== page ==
The head louse (Pediculus humanus capitis) is an obligate ectoparasite of humans. Head lice are wingless insects spending their entire life on human scalp and feeding exclusively on human blood. Humans are the only known hosts of this specific parasite, while chimpanzees host a closely related species Pediculus schaeffi. Other species of lice infest most orders of mammals and all orders of birds.
Like all lice, head lice differ from other hematophagic ectoparasites such as the flea in that lice spend their entire life cycle on a host. Head lice cannot fly, and their short stumpy legs render them incapable of jumping, or even walking efficiently on flat surfaces.
The non-disease-carrying head louse differs from the related disease-carrying body louse (Pediculus humanus humanus) in preferring to attach eggs to scalp hair rather than to clothing. Although the two subspecies are morphologically almost identical, they do not normally interbreed, although they will interbreed in laboratory conditions. From genetic studies of them, they are thought to have diverged as species about 30,000–110,000 years ago, when many humans began to wear a significant amount of clothing. A yet more distantly related species of hair-clinging louse, the pubic or crab louse (Pthirus pubis), also infests humans. It is visually different from the other two species and is much closer in appearance to the lice which infest other primates. Lice infestation of any part of the body is known as pediculosis.
Historically, head lice (especially in children) have been, and still are, subject to various eradication campaigns. However, except for rare secondary infections that result from scratching at bites, head lice are harmless, and have been regarded by some as essentially a cosmetic rather than a medical problem. Unlike body lice, head lice are not the vectors of any diseases, and it has even been suggested that head lice infections are beneficial in helping to foster a natural immune response against lice which helps humans in defense against the far more dangerous body louse, which is capable of transmission of a number of dangerous diseases.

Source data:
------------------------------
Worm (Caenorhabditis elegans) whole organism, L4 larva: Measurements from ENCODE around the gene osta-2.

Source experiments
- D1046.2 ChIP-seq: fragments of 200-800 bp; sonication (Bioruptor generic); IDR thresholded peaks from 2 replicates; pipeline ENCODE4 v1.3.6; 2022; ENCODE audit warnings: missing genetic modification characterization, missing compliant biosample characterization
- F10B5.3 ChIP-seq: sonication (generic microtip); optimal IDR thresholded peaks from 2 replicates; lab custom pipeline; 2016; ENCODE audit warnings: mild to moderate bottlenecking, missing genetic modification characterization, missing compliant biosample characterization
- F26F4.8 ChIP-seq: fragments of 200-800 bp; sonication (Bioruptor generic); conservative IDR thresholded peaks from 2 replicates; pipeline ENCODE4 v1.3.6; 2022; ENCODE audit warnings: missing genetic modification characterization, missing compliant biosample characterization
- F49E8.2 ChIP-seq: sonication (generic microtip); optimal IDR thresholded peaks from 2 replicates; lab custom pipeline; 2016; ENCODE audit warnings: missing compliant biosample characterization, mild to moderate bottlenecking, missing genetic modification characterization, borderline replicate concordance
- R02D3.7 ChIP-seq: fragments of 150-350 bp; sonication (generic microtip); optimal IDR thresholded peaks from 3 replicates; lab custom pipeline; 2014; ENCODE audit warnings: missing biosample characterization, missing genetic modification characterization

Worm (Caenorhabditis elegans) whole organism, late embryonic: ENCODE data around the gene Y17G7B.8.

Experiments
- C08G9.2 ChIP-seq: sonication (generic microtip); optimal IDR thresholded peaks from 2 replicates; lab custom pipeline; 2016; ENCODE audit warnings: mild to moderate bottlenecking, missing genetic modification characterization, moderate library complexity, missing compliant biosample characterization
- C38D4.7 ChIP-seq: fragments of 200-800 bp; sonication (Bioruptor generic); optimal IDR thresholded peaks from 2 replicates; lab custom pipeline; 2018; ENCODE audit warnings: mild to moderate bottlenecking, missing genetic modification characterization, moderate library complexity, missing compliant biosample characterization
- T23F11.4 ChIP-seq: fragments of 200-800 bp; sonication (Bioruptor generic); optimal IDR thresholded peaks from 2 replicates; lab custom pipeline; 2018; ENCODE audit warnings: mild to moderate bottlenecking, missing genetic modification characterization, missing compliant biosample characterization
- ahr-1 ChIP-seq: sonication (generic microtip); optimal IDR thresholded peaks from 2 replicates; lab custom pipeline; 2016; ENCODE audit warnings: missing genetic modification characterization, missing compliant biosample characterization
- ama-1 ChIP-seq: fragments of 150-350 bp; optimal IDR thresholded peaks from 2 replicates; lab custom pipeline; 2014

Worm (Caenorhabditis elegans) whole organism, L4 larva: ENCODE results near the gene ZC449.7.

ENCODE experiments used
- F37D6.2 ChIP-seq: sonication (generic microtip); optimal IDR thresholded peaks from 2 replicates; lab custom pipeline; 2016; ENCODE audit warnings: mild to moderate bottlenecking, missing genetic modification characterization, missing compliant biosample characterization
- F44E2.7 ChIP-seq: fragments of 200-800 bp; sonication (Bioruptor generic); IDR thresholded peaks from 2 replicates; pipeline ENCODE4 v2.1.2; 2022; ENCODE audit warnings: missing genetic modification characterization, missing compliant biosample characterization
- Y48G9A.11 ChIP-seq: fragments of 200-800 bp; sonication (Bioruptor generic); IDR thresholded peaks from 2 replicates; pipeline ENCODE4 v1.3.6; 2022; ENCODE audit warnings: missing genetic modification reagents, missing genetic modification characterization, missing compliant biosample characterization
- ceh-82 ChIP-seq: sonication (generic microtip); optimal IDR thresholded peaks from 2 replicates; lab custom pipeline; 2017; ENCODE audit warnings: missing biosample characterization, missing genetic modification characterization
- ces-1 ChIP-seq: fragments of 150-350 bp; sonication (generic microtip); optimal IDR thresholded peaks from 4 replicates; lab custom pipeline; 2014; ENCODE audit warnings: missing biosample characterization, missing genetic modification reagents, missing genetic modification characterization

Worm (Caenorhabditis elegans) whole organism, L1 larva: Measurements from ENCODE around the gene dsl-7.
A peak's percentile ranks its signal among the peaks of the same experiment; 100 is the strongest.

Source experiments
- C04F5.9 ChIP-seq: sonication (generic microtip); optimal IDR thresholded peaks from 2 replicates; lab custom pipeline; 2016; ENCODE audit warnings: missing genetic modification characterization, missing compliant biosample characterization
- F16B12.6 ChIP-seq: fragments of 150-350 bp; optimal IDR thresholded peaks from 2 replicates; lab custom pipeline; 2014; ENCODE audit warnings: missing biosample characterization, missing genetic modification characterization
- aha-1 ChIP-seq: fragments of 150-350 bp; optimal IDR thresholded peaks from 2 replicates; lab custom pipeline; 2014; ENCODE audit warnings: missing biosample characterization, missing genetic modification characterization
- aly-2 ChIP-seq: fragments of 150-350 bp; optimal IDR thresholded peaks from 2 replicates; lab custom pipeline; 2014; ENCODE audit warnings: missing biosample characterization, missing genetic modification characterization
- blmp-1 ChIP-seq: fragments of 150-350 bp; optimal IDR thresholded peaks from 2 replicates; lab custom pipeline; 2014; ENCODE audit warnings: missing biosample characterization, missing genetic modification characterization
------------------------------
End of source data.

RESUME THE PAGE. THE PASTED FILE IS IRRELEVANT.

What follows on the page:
Read more about Head Louse: Adult Morphology, Louse Eggs, Nits, Development and Nymphs, Reproduction, Lifespan and Colony Persistence, Distribution, Treatment, Prevention, Archaeogenetics, Possible Mutualism Between Humans and Headlice
Other articles related to "louse, head louse, head":
... that dating the split of the ancestral human louse into two species, the head louse and the pubic louse, would date the loss of body hair in human ancestors ... However, it turned out that the human pubic louse does not descend from the ancestral human louse, but from the gorilla louse, diverging 3.3 million years ago ... that humans had lost body hair (but retained head hair) and developed thick pubic hair prior to this date, were living in or close to the forest where gorillas lived, and acquired pubic ...
... serve as vectors of lethal human diseases while head lice do not play any vector role ... Indeed, body lice are important vectors of epidemic or louse-borne typhus, trench fever, louse-borne relapsing fever, and probably even classical bubonic plague ... In modern days, however, head lice infestations do not yield any adaptive benefits for the people living in developed countries where the threat exposed by the ...
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